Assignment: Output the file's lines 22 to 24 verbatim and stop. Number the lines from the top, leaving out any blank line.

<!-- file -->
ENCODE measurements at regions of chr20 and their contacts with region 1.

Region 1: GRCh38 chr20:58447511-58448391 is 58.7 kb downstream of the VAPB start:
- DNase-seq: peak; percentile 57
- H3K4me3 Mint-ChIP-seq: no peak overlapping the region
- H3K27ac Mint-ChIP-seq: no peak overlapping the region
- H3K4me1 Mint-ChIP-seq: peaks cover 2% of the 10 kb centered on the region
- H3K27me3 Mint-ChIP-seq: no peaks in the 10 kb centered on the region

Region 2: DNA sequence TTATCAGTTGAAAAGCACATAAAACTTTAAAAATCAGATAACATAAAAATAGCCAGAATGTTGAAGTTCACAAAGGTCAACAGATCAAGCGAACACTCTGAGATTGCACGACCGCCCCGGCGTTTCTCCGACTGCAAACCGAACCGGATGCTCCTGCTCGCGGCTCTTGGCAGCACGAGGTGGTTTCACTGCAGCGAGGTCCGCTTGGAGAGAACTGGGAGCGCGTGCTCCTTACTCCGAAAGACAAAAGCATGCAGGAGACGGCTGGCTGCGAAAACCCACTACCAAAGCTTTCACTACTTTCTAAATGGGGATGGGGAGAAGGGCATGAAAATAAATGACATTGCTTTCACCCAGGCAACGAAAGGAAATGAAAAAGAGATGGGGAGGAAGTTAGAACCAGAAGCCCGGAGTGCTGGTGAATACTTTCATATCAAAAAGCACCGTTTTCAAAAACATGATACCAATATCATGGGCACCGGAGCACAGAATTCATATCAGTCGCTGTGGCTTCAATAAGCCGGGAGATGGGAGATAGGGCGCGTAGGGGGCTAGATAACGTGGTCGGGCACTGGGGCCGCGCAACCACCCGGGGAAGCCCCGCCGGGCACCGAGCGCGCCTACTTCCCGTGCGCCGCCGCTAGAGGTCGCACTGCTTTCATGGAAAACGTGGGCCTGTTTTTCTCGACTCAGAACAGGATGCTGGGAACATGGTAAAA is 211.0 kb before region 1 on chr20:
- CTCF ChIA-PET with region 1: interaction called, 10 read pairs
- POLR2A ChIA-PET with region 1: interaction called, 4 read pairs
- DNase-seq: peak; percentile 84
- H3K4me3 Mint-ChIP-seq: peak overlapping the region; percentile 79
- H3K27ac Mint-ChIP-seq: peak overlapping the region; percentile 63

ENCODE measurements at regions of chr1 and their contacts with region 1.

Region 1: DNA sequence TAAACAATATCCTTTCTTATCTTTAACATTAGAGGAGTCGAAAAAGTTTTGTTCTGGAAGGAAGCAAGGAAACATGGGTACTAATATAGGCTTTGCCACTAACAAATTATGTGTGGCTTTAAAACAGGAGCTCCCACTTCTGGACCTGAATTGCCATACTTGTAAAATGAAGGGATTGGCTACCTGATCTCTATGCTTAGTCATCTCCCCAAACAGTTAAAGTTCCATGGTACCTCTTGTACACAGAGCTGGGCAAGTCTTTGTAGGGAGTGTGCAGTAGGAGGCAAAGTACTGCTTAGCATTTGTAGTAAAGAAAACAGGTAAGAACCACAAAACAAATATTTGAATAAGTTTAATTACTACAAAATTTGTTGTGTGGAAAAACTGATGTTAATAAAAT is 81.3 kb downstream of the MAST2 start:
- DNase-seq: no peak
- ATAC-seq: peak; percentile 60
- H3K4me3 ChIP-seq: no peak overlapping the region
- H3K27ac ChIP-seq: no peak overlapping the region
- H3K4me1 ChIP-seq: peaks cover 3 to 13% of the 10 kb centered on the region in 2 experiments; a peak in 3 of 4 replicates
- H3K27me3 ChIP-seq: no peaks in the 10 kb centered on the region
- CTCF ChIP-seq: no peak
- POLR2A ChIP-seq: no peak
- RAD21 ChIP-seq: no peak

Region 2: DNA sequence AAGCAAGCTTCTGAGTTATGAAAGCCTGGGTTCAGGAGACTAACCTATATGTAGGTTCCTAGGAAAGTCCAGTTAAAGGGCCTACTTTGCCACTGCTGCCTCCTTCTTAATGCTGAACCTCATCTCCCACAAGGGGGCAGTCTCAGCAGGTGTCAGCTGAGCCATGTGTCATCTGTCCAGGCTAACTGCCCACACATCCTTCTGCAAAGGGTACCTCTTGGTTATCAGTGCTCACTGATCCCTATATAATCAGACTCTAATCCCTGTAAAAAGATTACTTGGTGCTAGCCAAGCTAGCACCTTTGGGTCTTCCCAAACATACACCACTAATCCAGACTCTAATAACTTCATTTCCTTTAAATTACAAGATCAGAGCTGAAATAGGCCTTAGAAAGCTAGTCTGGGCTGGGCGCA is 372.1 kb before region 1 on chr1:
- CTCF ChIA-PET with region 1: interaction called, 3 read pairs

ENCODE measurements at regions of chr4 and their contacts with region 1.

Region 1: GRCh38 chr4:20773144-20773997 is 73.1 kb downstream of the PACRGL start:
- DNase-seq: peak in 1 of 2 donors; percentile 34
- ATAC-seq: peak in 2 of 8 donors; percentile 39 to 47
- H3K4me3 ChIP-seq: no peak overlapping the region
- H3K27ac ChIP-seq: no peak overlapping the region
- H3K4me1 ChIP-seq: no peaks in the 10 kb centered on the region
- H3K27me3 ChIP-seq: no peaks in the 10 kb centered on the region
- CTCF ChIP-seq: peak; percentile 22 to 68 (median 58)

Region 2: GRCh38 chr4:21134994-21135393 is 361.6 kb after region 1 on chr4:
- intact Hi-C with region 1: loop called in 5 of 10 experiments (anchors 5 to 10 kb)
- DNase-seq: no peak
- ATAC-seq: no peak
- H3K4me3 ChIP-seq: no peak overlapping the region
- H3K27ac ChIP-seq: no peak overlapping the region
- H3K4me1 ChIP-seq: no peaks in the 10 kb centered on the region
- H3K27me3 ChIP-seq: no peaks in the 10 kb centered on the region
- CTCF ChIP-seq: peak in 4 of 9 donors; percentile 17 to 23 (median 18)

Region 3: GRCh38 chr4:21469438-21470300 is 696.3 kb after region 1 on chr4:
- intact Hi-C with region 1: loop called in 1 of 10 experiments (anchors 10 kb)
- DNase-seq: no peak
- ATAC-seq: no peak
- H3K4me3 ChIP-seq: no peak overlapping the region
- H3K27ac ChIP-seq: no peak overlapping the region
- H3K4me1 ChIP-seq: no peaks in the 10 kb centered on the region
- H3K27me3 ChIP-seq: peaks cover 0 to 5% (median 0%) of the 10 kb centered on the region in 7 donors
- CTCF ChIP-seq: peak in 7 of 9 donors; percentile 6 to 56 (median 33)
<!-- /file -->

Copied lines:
- CTCF ChIP-seq: no peak
- POLR2A ChIP-seq: no peak
- RAD21 ChIP-seq: no peak